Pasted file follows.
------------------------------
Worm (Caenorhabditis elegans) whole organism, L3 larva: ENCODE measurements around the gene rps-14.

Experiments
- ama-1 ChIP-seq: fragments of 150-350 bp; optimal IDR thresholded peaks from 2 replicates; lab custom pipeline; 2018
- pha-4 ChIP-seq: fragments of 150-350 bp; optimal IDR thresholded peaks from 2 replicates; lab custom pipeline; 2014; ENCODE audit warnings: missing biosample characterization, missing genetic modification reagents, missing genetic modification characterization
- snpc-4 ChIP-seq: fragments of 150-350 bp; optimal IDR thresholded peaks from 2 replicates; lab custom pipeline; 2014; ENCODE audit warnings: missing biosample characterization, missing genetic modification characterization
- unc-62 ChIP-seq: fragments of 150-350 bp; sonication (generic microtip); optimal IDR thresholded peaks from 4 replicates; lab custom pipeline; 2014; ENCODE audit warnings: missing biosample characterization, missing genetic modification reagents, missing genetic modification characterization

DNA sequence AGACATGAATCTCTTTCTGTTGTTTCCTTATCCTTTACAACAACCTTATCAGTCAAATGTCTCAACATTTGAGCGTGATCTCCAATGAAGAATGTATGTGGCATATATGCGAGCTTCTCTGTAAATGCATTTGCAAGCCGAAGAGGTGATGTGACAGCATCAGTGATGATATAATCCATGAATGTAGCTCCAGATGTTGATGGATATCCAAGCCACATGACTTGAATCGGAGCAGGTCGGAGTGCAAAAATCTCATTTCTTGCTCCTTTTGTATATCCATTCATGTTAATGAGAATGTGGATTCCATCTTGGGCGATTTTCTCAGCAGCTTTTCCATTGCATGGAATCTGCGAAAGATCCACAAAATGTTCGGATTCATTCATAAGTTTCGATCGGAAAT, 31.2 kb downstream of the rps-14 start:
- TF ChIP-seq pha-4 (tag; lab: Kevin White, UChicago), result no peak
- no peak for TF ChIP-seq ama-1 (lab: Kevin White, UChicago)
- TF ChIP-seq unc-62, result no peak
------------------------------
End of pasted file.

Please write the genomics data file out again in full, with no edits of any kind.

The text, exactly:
Worm (Caenorhabditis elegans) whole organism, L3 larva: ENCODE measurements around the gene rps-14.

Experiments
- ama-1 ChIP-seq: fragments of 150-350 bp; optimal IDR thresholded peaks from 2 replicates; lab custom pipeline; 2018
- pha-4 ChIP-seq: fragments of 150-350 bp; optimal IDR thresholded peaks from 2 replicates; lab custom pipeline; 2014; ENCODE audit warnings: missing biosample characterization, missing genetic modification reagents, missing genetic modification characterization
- snpc-4 ChIP-seq: fragments of 150-350 bp; optimal IDR thresholded peaks from 2 replicates; lab custom pipeline; 2014; ENCODE audit warnings: missing biosample characterization, missing genetic modification characterization
- unc-62 ChIP-seq: fragments of 150-350 bp; sonication (generic microtip); optimal IDR thresholded peaks from 4 replicates; lab custom pipeline; 2014; ENCODE audit warnings: missing biosample characterization, missing genetic modification reagents, missing genetic modification characterization

DNA sequence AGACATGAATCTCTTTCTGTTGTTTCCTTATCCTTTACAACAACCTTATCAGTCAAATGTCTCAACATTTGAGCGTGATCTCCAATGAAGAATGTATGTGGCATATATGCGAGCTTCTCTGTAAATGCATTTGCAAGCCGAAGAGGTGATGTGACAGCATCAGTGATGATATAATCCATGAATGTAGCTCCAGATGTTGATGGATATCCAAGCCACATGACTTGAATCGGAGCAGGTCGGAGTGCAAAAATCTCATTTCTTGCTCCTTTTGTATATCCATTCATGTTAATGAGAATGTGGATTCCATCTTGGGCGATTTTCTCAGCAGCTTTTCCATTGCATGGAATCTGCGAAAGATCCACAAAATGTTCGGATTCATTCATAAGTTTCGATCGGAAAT, 31.2 kb downstream of the rps-14 start:
- TF ChIP-seq pha-4 (tag; lab: Kevin White, UChicago), result no peak
- no peak for TF ChIP-seq ama-1 (lab: Kevin White, UChicago)
- TF ChIP-seq unc-62, result no peak